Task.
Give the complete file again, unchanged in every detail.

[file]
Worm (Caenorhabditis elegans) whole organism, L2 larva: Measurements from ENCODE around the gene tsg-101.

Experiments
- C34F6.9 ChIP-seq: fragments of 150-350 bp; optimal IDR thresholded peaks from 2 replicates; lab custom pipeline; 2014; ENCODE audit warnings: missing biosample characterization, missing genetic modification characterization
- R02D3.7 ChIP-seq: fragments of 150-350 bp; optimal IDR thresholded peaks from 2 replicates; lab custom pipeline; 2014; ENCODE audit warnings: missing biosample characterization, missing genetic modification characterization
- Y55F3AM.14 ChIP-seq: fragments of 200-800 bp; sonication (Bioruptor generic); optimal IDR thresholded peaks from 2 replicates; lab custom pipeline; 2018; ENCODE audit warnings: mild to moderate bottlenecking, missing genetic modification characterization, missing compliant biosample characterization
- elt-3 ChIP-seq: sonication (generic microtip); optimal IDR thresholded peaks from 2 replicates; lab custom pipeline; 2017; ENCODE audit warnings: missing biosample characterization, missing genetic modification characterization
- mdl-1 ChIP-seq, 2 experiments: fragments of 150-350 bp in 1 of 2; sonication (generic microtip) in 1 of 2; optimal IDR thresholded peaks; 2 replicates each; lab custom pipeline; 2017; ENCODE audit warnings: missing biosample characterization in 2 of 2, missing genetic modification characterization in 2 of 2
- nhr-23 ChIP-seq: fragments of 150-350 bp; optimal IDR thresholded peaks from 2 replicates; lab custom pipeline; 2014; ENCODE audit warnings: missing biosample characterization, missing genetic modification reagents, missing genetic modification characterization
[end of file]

Worm (Caenorhabditis elegans) whole organism, L2 larva: Measurements from ENCODE around the gene tsg-101.

Experiments
- C34F6.9 ChIP-seq: fragments of 150-350 bp; optimal IDR thresholded peaks from 2 replicates; lab custom pipeline; 2014; ENCODE audit warnings: missing biosample characterization, missing genetic modification characterization
- R02D3.7 ChIP-seq: fragments of 150-350 bp; optimal IDR thresholded peaks from 2 replicates; lab custom pipeline; 2014; ENCODE audit warnings: missing biosample characterization, missing genetic modification characterization
- Y55F3AM.14 ChIP-seq: fragments of 200-800 bp; sonication (Bioruptor generic); optimal IDR thresholded peaks from 2 replicates; lab custom pipeline; 2018; ENCODE audit warnings: mild to moderate bottlenecking, missing genetic modification characterization, missing compliant biosample characterization
- elt-3 ChIP-seq: sonication (generic microtip); optimal IDR thresholded peaks from 2 replicates; lab custom pipeline; 2017; ENCODE audit warnings: missing biosample characterization, missing genetic modification characterization
- mdl-1 ChIP-seq, 2 experiments: fragments of 150-350 bp in 1 of 2; sonication (generic microtip) in 1 of 2; optimal IDR thresholded peaks; 2 replicates each; lab custom pipeline; 2017; ENCODE audit warnings: missing biosample characterization in 2 of 2, missing genetic modification characterization in 2 of 2
- nhr-23 ChIP-seq: fragments of 150-350 bp; optimal IDR thresholded peaks from 2 replicates; lab custom pipeline; 2014; ENCODE audit warnings: missing biosample characterization, missing genetic modification reagents, missing genetic modification characterization